WFE response to IOSCO consultation on market structure

Author Name: 
WFE

Executive Summary

The World Federation of Exchanges (WFE) commends IOSCO for carefully analyzing the issues raised by the growing and disruptive fragmentation and loss of visibility (darkness) in equity markets.  The four sensible recommendations in this consultation progress efforts on the part of regulators and exchange operators worldwide to ensure that equity markets continue to serve investors by becoming ever more efficient, transparent and fair. 

The WFE supports competition and believes that regulators must promote market designs that foster order interaction in a free, transparent and fair competitive environment. Unfortunately, regulations intended to promote competition between and on-exchanges have in recent years been misused to enable the growth of venues designed to avoid competition.

The WFE is concerned about the integrity and efficiency of fragmented, complex and dark markets, particularly as it relates to price formation, surveillance, and market resiliency. Market participants are increasingly discouraged from posting competing prices in lit venues, and evidence indicates that spreads are wider than they could be otherwise. Similarly, diminishing transparency and fair access leads to market complexity that makes markets less capable of handling volatility. Finally, the WFE is concerned that a greater share of equities trading occurs away from full regulatory protection offered by regulated exchanges.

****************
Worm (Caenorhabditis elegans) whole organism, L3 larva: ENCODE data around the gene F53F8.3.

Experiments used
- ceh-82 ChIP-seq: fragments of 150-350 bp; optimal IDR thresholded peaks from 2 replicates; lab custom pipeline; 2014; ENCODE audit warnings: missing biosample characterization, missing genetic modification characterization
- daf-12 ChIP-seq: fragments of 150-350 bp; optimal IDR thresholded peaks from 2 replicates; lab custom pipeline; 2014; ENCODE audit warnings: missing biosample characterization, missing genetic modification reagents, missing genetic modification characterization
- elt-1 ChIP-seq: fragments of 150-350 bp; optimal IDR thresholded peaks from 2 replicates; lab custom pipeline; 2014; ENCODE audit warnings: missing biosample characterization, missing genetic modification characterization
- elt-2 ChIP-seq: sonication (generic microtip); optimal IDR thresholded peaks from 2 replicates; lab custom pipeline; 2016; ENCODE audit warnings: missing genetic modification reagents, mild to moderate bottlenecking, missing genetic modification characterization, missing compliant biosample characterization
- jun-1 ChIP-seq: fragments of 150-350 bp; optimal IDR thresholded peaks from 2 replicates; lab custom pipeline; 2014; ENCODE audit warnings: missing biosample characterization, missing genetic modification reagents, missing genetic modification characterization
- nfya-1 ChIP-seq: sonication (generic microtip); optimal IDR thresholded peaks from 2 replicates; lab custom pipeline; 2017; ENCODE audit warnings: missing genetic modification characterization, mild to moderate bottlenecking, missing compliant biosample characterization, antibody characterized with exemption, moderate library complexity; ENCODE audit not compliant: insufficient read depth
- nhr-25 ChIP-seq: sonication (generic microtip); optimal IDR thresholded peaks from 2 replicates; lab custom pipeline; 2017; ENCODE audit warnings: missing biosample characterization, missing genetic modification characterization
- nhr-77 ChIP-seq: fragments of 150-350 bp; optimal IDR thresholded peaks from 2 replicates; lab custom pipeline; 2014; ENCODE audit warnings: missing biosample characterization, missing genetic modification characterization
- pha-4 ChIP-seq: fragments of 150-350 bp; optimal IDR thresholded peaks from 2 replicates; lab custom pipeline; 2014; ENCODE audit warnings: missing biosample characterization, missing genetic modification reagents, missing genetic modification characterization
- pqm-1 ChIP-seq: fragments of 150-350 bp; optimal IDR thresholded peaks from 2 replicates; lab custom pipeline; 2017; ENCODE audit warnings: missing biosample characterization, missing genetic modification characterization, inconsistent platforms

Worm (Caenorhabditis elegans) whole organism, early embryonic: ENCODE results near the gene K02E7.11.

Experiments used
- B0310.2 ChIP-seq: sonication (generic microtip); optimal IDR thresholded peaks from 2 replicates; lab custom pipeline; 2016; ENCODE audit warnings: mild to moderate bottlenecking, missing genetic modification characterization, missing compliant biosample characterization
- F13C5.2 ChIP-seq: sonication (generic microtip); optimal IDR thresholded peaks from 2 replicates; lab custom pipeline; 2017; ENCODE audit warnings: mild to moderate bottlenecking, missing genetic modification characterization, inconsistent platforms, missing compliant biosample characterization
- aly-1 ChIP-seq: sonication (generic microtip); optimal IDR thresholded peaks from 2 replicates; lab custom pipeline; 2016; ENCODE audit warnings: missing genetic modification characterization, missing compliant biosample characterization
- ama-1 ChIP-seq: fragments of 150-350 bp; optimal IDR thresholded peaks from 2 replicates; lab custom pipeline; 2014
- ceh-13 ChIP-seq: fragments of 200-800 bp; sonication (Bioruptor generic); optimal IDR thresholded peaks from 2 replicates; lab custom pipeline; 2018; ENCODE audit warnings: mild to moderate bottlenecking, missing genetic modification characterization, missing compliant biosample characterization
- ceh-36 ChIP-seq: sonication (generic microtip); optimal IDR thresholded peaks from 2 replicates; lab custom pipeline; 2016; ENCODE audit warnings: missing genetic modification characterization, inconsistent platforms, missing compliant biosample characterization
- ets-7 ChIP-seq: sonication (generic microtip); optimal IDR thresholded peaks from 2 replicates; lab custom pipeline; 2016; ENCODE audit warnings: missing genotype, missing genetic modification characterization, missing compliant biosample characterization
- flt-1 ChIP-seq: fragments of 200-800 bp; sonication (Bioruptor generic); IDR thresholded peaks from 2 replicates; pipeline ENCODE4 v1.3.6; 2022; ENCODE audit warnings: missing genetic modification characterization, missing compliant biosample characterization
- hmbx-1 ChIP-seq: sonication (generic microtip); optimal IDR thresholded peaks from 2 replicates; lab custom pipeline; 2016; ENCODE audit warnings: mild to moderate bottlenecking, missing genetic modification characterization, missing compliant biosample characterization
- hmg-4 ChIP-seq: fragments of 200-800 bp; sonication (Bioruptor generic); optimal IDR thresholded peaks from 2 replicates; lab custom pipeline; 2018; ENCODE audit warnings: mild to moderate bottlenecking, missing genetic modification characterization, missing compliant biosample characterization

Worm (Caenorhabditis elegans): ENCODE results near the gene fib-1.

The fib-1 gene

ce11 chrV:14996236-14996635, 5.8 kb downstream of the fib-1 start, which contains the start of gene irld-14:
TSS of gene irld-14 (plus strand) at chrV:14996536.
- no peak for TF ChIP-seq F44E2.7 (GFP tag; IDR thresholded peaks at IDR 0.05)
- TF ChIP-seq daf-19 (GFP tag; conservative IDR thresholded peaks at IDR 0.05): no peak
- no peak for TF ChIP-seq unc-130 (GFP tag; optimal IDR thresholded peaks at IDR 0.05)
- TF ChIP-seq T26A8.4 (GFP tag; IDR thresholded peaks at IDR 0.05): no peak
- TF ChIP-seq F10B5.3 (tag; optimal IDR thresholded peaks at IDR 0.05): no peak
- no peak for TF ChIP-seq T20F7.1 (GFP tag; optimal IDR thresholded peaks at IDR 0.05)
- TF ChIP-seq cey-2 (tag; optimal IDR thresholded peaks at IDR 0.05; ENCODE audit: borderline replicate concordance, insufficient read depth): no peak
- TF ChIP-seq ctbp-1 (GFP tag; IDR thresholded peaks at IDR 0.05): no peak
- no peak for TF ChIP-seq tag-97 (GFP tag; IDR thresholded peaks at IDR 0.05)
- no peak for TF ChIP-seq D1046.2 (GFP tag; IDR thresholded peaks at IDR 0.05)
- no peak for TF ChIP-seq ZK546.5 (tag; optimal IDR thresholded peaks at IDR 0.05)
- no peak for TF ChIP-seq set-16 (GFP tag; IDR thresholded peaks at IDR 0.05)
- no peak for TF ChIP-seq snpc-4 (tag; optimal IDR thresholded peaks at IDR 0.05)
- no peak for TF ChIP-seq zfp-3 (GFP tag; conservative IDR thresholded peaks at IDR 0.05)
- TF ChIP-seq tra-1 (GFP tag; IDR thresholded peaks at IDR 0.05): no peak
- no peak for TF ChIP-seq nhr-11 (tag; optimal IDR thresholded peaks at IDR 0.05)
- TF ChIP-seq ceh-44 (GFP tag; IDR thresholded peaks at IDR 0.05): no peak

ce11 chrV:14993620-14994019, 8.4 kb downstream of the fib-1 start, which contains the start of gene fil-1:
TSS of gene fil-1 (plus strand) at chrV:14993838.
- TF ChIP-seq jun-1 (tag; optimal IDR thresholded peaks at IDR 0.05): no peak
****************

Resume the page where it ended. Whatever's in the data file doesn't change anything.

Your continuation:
The WFE calls into question two common practices in fragmented markets. First, retail and institutional orders are systematically segmented toward venues designed to avoid quote competition, where conflicts of interest are unavoidable. Second, fragmented markets increasingly allow participants to step in front of displayed public limit orders on dark venues with little to no price improvement or block trading. The incentive to segment markets and reduce transparency jeopardizes the price discovery process and can adversely impact costs for all investors. .

The WFE calls attention to the problems that investors and security commissions face in receiving reliable data from over-the-counter (OTC) equity trading venues. While the WFE believes that the quality of data, and the costs associated with aggregating data should be weighed when changes to market structure are considered, consistent transparency regulations across venues is fundamental to efficient trading and market surveillance.

The WFE supports recent changes made by the security commissions of Canada and Australia in curbing the excesses of OTC equity trading. 

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